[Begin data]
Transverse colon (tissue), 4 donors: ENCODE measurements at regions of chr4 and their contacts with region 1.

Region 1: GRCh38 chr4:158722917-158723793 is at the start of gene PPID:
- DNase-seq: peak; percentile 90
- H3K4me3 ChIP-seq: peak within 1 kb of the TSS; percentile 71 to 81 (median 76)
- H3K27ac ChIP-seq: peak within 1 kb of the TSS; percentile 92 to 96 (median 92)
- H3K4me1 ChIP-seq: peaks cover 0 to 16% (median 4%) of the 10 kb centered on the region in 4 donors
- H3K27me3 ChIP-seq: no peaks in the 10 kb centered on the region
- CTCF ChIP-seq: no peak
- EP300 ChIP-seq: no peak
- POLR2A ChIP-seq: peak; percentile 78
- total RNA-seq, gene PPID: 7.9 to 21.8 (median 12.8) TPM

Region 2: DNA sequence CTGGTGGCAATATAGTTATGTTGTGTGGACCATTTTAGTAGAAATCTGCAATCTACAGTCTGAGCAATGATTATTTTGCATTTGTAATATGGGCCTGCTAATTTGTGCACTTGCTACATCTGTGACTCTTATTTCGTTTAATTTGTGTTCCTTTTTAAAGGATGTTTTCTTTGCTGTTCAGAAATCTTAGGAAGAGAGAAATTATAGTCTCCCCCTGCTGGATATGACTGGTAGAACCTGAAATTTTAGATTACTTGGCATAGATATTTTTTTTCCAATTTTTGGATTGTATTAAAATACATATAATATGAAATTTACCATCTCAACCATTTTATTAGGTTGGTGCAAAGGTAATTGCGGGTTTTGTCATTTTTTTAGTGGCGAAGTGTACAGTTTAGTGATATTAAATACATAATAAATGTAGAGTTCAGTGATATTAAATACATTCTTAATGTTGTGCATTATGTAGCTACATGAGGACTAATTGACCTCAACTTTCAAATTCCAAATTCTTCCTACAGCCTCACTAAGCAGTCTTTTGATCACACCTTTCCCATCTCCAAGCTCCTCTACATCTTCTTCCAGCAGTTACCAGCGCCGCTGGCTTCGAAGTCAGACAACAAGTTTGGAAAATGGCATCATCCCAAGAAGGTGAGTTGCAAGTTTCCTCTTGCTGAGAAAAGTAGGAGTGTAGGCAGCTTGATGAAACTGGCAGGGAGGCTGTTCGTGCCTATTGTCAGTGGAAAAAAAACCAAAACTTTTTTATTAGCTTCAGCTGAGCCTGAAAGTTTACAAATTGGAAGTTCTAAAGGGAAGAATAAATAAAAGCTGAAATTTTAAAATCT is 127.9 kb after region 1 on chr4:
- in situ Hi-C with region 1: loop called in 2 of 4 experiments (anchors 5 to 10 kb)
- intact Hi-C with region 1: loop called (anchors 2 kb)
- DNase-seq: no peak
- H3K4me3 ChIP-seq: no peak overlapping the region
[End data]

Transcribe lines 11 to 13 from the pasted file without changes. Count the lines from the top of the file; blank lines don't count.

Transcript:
- total RNA-seq, gene PPID: 7.9 to 21.8 (median 12.8) TPM

Region 2: DNA sequence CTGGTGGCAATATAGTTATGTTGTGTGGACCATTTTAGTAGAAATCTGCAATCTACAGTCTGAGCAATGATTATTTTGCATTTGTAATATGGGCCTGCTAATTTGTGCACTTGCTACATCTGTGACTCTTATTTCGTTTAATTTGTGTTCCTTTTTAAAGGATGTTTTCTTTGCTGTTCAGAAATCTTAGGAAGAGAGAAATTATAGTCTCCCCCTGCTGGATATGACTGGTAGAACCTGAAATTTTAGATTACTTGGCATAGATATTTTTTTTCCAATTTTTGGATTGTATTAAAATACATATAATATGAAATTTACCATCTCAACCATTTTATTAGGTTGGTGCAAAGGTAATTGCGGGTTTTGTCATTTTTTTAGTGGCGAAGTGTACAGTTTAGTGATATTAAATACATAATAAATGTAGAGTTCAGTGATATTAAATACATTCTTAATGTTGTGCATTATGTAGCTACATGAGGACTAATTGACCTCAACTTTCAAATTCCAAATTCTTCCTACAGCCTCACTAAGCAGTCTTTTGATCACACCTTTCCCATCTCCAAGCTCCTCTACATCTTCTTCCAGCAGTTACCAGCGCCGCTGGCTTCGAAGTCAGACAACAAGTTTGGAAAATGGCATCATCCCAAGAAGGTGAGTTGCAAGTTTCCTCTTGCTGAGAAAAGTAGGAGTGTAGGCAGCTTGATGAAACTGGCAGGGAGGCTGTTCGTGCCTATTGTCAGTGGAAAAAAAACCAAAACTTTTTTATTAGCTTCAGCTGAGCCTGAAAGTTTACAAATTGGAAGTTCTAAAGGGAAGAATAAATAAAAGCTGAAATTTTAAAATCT is 127.9 kb after region 1 on chr4:
- in situ Hi-C with region 1: loop called in 2 of 4 experiments (anchors 5 to 10 kb)